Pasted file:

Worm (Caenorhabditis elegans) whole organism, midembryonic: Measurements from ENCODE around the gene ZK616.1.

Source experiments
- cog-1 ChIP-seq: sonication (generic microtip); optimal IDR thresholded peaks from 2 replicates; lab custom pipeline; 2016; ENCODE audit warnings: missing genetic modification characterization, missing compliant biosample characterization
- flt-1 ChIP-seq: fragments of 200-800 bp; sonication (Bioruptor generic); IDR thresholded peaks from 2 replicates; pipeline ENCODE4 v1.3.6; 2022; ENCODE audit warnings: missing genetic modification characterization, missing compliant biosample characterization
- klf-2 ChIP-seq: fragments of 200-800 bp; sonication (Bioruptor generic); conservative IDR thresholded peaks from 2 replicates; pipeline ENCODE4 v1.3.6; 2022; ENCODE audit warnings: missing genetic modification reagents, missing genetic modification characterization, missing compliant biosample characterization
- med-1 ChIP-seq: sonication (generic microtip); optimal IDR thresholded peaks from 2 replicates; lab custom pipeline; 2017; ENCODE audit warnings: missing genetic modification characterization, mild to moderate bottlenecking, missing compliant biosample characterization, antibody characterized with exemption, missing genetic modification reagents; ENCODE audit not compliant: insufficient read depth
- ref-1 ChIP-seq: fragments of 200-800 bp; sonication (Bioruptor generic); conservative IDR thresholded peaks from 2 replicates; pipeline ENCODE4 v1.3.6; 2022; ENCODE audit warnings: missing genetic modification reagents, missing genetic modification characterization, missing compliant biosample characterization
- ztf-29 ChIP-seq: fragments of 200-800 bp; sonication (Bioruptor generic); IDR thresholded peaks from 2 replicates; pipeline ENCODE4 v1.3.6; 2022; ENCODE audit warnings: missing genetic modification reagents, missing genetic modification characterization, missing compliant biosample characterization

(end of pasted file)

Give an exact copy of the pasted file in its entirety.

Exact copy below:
Worm (Caenorhabditis elegans) whole organism, midembryonic: Measurements from ENCODE around the gene ZK616.1.

Source experiments
- cog-1 ChIP-seq: sonication (generic microtip); optimal IDR thresholded peaks from 2 replicates; lab custom pipeline; 2016; ENCODE audit warnings: missing genetic modification characterization, missing compliant biosample characterization
- flt-1 ChIP-seq: fragments of 200-800 bp; sonication (Bioruptor generic); IDR thresholded peaks from 2 replicates; pipeline ENCODE4 v1.3.6; 2022; ENCODE audit warnings: missing genetic modification characterization, missing compliant biosample characterization
- klf-2 ChIP-seq: fragments of 200-800 bp; sonication (Bioruptor generic); conservative IDR thresholded peaks from 2 replicates; pipeline ENCODE4 v1.3.6; 2022; ENCODE audit warnings: missing genetic modification reagents, missing genetic modification characterization, missing compliant biosample characterization
- med-1 ChIP-seq: sonication (generic microtip); optimal IDR thresholded peaks from 2 replicates; lab custom pipeline; 2017; ENCODE audit warnings: missing genetic modification characterization, mild to moderate bottlenecking, missing compliant biosample characterization, antibody characterized with exemption, missing genetic modification reagents; ENCODE audit not compliant: insufficient read depth
- ref-1 ChIP-seq: fragments of 200-800 bp; sonication (Bioruptor generic); conservative IDR thresholded peaks from 2 replicates; pipeline ENCODE4 v1.3.6; 2022; ENCODE audit warnings: missing genetic modification reagents, missing genetic modification characterization, missing compliant biosample characterization
- ztf-29 ChIP-seq: fragments of 200-800 bp; sonication (Bioruptor generic); IDR thresholded peaks from 2 replicates; pipeline ENCODE4 v1.3.6; 2022; ENCODE audit warnings: missing genetic modification reagents, missing genetic modification characterization, missing compliant biosample characterization